A tribute to the Corps of Discovery
2003 marked the beginning of the 200th anniversary of their
remarkable voyage. With the planning stage complete, May 2004 will
mark the beginning of the voyage that won't end until Sept. 2006.
I must feed my passion for history and enter into a voyage of my own.
Like the men in the Corps of Discovery, I, too, look forward to the
journey ahead, but I'm not sure just what I'm getting myself into.
It was while reading Undaunted Courage by Stephen Ambrose last
year, that it suddenly hit me. Wouldn't it be nice if I, as a tribute, hung
my more modern black powder guns up and hunted strickly with a
flintlock from 2004 through to 2006. Now, the idea of building and
hunting with a flintlock wasn't exactly new for me. I've been tossing the
idea around since 1995. Even had a couple of false starts, but one thing
lead to another, and I just was not able to make things happen until I
read the book. The more I got into it, the more the fires burned within.
I want to do this, and I say here and now...
My black powder guns are cleaned and put up in the safe, tucked away
for now. From 2004 to 2006 and maybe beyond... I will hunt and bring
home beast or fowl by using a flintlock. Just like the men of the Corps
of Discovery, I will harvest my food with a flintlock or go hungry.
My goal this year is to bring home the venison with a 1792 Contract
Rifle. I will at some point build a 1803 Harpers Ferry, having most of
the parts already before finding out it may not have been the rifle used
by the Corps of Discovery. At some point I would like to build a fowler
and harvest winged game with it.
On March 16, 1803 Capt. Lewis arrived at Harpers Ferry to procure
rifles, accoutrements and other gear needed for the trip. There is much
discussion about what exactly were the rifles Lewis procured. Growing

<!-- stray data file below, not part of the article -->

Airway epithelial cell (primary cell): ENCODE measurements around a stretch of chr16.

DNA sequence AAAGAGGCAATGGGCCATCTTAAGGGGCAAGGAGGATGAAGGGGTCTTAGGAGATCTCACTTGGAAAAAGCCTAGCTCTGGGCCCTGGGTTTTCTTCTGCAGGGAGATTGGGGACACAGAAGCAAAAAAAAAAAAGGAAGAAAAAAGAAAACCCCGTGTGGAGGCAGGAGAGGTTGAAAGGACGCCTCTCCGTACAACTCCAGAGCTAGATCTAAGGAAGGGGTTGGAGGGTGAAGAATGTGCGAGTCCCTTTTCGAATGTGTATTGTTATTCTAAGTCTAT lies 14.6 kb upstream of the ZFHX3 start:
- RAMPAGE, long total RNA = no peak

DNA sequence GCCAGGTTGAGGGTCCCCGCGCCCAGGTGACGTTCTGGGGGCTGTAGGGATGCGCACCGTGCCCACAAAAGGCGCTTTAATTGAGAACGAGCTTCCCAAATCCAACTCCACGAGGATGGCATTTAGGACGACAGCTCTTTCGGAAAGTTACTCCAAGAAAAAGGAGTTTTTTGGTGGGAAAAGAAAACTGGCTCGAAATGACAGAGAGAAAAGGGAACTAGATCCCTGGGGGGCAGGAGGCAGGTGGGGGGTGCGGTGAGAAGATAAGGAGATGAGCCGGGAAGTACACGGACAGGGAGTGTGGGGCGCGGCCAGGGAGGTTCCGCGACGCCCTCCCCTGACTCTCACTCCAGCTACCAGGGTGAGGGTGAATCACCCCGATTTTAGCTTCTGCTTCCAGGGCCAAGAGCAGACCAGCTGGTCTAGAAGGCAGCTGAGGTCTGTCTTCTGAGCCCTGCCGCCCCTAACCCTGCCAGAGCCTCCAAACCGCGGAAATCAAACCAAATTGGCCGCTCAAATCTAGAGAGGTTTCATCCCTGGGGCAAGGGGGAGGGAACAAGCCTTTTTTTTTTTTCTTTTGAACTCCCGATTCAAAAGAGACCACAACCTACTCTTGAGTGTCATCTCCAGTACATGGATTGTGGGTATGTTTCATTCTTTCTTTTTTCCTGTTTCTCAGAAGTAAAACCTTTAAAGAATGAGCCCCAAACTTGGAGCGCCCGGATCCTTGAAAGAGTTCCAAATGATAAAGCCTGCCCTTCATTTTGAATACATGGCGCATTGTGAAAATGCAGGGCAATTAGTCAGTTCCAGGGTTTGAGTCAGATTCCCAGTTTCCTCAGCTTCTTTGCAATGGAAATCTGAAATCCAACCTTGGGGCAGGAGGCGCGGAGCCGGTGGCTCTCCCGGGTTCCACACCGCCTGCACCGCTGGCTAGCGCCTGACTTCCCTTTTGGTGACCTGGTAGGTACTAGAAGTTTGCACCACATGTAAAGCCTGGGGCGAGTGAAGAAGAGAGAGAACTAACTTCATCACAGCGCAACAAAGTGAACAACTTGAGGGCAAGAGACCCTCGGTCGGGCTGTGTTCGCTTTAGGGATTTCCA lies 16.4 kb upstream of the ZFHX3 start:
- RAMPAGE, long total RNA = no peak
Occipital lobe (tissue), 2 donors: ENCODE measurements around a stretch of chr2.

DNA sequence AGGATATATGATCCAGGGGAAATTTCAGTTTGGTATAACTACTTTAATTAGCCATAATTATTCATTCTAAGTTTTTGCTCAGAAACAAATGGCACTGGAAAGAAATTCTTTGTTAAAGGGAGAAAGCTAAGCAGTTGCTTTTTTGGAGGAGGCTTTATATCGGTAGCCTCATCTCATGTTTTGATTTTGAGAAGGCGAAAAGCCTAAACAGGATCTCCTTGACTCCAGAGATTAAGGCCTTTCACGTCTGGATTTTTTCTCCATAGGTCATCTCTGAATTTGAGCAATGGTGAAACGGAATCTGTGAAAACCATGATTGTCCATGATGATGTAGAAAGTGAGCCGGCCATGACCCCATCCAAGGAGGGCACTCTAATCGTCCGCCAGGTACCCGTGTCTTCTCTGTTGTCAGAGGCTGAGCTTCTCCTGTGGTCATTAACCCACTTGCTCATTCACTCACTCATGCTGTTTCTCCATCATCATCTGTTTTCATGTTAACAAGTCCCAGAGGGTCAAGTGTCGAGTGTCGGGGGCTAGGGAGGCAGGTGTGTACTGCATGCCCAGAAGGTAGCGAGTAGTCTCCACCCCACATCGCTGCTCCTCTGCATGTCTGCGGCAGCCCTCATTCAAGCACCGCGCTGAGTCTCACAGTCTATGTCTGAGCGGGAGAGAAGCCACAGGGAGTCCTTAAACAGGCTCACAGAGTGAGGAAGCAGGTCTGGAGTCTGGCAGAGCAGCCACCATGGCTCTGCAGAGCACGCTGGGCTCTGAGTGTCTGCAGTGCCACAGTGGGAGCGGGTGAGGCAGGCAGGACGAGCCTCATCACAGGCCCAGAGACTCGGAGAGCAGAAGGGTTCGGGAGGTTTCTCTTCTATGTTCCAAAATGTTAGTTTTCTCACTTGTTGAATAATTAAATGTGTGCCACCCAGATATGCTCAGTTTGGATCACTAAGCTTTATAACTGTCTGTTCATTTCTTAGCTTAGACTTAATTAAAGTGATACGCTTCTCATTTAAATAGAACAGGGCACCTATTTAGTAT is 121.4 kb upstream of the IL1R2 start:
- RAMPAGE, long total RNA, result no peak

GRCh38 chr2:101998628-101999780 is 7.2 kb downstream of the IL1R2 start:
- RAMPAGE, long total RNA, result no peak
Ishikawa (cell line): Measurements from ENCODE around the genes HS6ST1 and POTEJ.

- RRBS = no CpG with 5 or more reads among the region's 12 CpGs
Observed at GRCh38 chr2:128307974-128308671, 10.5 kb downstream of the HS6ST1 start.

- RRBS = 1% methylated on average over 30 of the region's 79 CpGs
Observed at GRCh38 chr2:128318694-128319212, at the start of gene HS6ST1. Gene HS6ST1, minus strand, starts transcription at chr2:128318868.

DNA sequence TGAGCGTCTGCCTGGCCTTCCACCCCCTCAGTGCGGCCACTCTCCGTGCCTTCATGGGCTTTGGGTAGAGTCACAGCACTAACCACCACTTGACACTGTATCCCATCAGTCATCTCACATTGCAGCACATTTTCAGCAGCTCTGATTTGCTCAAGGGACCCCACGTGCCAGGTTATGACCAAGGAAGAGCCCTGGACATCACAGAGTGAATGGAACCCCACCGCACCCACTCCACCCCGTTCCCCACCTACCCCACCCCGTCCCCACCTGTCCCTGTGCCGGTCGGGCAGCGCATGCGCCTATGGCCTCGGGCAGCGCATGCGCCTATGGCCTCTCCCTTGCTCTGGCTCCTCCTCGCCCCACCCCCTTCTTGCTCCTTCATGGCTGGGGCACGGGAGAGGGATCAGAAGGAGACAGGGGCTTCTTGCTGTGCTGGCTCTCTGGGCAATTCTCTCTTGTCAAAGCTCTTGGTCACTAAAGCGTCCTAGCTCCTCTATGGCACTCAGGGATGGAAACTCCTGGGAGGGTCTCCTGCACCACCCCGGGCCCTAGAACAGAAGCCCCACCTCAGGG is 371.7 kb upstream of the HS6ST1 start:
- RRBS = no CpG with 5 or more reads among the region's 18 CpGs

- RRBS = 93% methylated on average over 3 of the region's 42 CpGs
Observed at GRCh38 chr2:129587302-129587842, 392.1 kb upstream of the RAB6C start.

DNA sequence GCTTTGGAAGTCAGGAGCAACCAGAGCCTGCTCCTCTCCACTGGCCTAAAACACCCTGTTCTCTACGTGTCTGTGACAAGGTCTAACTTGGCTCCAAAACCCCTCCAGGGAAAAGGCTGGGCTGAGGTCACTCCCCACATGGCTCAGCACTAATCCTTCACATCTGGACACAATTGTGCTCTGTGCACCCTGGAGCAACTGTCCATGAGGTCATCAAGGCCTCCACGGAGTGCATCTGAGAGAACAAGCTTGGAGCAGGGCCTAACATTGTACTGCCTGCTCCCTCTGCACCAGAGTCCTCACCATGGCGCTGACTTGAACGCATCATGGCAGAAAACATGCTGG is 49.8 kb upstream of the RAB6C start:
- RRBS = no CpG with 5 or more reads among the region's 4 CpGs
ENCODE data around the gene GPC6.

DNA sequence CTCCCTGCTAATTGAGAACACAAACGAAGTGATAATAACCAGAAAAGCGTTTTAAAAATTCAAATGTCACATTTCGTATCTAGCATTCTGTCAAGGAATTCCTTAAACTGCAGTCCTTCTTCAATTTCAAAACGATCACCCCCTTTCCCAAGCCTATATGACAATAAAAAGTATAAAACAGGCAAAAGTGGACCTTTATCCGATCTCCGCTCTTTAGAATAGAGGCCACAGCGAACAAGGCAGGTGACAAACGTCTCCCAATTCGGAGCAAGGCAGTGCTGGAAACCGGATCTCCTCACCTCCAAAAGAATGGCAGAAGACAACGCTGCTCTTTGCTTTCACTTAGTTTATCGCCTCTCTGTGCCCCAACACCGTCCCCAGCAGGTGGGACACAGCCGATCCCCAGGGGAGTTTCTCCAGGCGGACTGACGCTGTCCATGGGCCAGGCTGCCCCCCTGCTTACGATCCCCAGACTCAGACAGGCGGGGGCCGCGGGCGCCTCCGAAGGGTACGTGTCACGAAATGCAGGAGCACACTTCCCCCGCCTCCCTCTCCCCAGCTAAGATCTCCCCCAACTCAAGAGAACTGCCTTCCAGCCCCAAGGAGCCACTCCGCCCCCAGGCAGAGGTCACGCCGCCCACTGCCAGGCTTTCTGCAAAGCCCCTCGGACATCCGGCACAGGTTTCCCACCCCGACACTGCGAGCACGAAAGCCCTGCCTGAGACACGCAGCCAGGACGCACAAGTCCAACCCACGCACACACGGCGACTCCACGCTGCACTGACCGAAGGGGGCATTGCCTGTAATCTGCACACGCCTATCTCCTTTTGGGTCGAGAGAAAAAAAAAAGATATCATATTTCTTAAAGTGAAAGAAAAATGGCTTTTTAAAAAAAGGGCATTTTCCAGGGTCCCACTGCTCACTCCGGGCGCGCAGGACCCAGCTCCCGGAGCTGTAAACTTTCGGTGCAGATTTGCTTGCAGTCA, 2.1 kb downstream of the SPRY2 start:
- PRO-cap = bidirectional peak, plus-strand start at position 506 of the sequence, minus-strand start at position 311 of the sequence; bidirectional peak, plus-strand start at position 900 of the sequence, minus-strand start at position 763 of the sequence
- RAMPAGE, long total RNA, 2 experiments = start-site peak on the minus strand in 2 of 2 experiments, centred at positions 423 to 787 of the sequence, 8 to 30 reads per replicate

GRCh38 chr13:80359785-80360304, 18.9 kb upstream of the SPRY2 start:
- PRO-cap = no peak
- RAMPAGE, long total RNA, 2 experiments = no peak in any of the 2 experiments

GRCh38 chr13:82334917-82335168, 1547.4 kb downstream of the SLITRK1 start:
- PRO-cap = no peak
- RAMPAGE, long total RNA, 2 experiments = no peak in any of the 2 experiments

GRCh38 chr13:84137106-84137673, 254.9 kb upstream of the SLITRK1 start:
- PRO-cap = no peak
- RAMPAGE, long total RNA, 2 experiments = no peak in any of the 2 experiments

up, everything I ever read, seen or heard about the expedition had the
1803 Harpers Ferry rifle as the rifle used by the men. But after doing
research for this tribute, I found that may not be true. The above
picture is one from the Harpers Ferry site which depicts a reproduction
1792 contract rifle. It's believed that 15 such rifles were taken out of
storage and modified with the then new Harpers Ferry type lock and
slings added per Capt. Lewis orders. The 1803 Harpers Ferry rifle did
not go into production until sometime after Lewis left Harpers Ferry.
He could have procured prototypes of the 1803, but highly unlikely.
Harpers Ferry itself acknowleges the extensive research Frank Tait has
done in identifying the 1792 as the rifle Lewis procured, and because of
that, now recognizes the 1792 rifle used by the Corps of Discovery.
So I need to procure my rifle and accoutrements. I hope to build and use
both, at least that is the plan. Right now I have settled upon a 1792
Contract rifle modified for the expedition. On the cold morning of Jan.
29, 2004 I have dispatched a horse and rider with funds to Virginia to
procure the necessary parts from Don Stith. While I await delivery, join
me in learning some things about the expedition. Spend some time at one
of our national treasures, Harpers Ferry. Some other links of interest.
Lewis and Clark took along an air rifle, scroll down at this site to Lewis
and Clark airgun. The Lewis and Clark Trail Heritage Foundation Inc.
Those interested in obtaining parts to build reproduction guns for this
period, I highly recommend the 1792 Contract parts put together by
Don Stith. Highly researched, his parts are a faithful reproduction of
the originals. Track of the Wolf offers a cheaper 1792 Contract kit but
this is a collection of parts taken from other kits and I'm not sure what
you'd have when done with it. Locks for the gun can be obtained from
almost any Muzzle loader parts supplier.
Village Restorations & Consulting, Inc can make faithful reproduction
What follows will be a documentation of the steps taken to complete my
rifle. It will not be a "how too" but rather a glimpse at what I did from
beginning to completion. There are alot of Longrifle artisans who build
some incredible Longrifles, they are the ones to look to for a "how too"
not me. Compared to them, I would be the water boy for the minor
leagues. So if I can do this, so can anyone else reading this and thinking
seriously of trying it.
I am armed with two very good books, Chuck Dixon's, The Art of
Building the Pennsylvania Longrifle and Peter Alexander's, The
Gunsmith of Grenville County. Hershel House's wonderful video from
American Pioneer Video, Building a Kentucky Rifle. A Man at Arms,
June 1999 magazine with Frank Tait's article on the 1792 Contract rifle.
Some sharp chisels, a collection of various hand tools, a small Delta drill
press and a strong desire to do this.
Once completed, I will continue to document my hunts for the next two
years. The good and the bad...
Future projects. A New England style Pistol. Also a French style rifle.
Hunting with the Corps of discovery
Holsters I've made